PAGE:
By now, you’ve probably seen the umpiring butchery that Mike DiMuro foisted upon Cleveland, when he ruled that Dewayne Wise caught a foul ball while tumbling into the stands that the right fielder very clearly did not catch. (Watch it here.)
The real question, as it concerns the unwritten rules, is one of gamesmanship. Wise knew that he didn’t catch the ball, but was more than happy to accept the out. Did he act appropriately?
Of course he did. It’s the same reasoning used by outfielders who have trapped flyballs but act as if they caught them. (Wise was even more innocent than that—he didn’t act in any way like he made the catch.)
“Everybody thought it was pretty funny,” he told the Westchester Journal News. “They’re just laughing about it, the way I got up smiling. What was I supposed to do? I’m not going to laugh and show up the umpire right there.”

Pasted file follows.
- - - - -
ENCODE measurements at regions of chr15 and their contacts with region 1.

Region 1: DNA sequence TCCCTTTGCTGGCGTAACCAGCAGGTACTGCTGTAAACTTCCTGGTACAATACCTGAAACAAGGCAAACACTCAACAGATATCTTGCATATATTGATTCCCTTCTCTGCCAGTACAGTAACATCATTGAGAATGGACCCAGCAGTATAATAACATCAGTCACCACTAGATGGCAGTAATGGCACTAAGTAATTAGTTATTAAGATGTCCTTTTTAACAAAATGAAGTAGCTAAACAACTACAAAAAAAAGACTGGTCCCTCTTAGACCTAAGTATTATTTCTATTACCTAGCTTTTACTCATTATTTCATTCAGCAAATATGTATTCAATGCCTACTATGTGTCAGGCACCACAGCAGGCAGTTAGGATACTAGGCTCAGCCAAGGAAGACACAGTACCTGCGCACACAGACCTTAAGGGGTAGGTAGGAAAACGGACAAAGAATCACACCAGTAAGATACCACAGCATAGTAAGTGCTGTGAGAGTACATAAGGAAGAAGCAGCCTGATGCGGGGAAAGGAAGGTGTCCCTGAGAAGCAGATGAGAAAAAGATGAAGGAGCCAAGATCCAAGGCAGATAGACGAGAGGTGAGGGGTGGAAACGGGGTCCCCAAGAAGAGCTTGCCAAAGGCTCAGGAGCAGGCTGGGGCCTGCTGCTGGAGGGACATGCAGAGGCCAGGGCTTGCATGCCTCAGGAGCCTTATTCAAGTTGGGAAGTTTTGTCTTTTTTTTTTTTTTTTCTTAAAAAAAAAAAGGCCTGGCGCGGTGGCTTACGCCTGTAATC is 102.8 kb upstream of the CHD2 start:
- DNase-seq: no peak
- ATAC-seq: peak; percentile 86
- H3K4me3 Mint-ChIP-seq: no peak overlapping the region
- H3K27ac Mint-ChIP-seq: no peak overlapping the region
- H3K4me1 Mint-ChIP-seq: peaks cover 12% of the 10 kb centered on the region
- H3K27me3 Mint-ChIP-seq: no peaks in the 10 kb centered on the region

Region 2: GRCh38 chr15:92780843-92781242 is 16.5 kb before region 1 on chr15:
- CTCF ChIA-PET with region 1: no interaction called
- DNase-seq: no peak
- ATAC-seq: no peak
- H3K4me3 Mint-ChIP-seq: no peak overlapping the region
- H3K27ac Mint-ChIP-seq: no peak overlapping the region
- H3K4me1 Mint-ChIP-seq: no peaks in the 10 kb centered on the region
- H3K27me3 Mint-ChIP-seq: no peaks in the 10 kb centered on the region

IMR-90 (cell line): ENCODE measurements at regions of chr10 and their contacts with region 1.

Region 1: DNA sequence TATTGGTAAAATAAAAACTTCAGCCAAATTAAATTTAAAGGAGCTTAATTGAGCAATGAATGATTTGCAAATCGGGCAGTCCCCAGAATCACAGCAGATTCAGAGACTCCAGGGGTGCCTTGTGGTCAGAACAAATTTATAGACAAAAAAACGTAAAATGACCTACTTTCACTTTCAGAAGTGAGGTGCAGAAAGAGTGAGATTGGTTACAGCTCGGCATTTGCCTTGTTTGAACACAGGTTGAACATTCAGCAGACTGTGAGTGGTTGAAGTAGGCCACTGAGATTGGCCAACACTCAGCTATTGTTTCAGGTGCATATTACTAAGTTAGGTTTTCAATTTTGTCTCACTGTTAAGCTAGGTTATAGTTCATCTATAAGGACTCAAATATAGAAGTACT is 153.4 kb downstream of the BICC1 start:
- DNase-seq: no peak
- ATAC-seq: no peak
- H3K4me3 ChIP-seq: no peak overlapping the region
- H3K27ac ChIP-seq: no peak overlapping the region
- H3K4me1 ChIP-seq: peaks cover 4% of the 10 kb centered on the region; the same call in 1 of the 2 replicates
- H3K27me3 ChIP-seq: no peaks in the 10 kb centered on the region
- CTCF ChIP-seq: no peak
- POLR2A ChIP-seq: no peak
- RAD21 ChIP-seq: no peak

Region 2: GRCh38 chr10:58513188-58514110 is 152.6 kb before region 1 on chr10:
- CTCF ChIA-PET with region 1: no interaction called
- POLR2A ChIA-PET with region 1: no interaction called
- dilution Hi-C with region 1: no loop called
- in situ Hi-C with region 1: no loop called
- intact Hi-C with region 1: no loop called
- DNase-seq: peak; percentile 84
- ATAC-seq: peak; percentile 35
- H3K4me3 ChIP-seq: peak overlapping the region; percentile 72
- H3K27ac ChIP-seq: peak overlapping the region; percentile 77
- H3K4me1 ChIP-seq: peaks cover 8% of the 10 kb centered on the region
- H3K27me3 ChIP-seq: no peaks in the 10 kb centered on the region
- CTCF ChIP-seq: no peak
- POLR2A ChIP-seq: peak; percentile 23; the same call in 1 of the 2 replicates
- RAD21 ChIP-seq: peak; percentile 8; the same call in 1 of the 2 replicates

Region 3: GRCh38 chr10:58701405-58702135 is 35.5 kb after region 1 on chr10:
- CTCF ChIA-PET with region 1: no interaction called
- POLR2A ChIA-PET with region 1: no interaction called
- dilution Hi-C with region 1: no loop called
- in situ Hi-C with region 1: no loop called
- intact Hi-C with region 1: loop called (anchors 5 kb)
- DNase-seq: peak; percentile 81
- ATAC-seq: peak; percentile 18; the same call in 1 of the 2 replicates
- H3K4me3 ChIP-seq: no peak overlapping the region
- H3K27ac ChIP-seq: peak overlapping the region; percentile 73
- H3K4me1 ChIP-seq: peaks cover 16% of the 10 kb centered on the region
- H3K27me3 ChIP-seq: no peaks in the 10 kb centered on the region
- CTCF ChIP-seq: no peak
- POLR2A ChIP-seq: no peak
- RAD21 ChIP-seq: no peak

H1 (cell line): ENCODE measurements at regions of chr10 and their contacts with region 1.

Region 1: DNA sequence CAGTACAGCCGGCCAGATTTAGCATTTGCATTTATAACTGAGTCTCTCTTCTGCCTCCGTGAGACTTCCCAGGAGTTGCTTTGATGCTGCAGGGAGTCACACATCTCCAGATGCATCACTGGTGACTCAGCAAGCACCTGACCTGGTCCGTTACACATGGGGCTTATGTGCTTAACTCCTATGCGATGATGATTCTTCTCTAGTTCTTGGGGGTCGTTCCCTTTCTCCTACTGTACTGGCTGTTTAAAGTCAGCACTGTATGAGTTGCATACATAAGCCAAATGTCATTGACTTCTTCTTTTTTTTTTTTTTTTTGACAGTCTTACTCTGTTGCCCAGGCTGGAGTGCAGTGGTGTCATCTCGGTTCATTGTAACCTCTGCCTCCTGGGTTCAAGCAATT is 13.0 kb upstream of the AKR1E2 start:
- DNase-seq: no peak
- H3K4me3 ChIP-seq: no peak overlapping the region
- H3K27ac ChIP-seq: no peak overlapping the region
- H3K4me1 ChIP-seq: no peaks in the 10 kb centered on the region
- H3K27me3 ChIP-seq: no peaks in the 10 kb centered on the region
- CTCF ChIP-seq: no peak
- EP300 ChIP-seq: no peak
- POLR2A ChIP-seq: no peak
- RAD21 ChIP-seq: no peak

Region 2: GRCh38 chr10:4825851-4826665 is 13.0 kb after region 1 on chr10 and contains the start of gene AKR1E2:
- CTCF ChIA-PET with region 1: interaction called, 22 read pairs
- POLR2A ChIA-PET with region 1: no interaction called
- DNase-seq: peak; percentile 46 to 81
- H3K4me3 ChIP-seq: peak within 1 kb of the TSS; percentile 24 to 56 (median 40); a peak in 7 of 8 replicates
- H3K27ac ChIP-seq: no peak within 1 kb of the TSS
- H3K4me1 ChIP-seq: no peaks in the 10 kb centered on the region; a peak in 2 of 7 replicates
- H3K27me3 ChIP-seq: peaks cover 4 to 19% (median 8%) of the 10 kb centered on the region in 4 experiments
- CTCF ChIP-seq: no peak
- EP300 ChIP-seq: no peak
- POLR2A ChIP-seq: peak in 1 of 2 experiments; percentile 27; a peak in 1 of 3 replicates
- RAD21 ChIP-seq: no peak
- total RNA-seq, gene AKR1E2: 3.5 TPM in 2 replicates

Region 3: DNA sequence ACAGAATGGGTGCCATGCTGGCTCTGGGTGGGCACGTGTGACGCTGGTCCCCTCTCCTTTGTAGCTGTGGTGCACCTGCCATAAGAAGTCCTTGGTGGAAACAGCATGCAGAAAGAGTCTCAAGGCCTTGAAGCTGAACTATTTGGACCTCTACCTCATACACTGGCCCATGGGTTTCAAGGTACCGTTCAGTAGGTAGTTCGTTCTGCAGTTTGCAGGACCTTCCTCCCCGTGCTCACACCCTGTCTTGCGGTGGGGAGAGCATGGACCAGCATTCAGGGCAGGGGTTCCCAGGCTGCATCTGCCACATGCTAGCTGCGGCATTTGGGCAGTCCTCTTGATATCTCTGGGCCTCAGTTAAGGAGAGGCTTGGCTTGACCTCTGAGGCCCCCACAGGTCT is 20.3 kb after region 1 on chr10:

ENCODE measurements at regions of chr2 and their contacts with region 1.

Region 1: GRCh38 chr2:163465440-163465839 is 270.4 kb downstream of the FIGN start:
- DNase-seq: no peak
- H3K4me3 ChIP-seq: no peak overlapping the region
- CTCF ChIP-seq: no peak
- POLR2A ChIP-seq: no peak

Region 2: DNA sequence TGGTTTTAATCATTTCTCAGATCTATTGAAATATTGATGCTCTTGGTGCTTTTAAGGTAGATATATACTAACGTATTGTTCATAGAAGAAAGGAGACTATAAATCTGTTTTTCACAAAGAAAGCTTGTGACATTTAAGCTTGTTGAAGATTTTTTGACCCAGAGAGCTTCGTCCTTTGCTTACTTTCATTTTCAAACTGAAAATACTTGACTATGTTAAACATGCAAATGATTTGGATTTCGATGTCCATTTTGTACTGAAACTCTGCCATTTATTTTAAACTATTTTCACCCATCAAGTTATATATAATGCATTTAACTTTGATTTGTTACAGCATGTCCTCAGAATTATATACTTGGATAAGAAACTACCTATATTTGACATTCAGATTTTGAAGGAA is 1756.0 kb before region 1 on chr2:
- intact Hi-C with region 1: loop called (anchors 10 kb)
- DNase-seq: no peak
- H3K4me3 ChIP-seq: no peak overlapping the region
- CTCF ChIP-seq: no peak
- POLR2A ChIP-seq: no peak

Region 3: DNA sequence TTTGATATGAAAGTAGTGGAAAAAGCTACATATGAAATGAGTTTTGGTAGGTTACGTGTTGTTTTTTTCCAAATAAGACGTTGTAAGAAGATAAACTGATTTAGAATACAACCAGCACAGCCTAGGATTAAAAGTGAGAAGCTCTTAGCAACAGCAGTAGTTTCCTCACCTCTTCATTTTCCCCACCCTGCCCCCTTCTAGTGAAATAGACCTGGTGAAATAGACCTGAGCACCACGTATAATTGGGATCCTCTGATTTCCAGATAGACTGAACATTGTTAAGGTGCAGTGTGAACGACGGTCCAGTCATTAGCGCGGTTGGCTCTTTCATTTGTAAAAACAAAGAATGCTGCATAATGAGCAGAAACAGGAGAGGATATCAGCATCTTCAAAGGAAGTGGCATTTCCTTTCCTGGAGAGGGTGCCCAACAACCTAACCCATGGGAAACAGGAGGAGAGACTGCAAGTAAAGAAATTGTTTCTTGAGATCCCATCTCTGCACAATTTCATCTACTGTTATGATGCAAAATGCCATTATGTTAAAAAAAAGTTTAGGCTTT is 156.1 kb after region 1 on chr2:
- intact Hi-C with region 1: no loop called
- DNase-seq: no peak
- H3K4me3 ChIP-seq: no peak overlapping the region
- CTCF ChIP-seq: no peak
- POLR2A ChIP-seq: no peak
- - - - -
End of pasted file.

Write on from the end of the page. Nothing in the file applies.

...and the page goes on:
He was also not going to willingly give up one of the 27 outs necessary for his team to win the game.
“Baseball is a game where you try to get away with anything you can,” said Hall of Famer Hank Greenberg in the Saturday Evening Post. “You cut corners when you run the bases. If you trap a ball in the outfield, you swear you caught it. Everybody tries to cheat a little.”
“It’s not cheating,” said former outfielder and minor league manager Von Joshua, ” if the umpire lets you get away with it.”
Wise’s action is less like his teammate Derek Jeter acting like he was hit by a ball that struck his bat, and more like Greg Maddux, a master at throwing scuffed baseballs. Maddux didn’t scuff them himself, however—he held onto ones that had acquired abrasions through the course of regular use, taking what was legally given to him during the course of the game and using it to his fullest advantage.
Tough to fault anybody for that.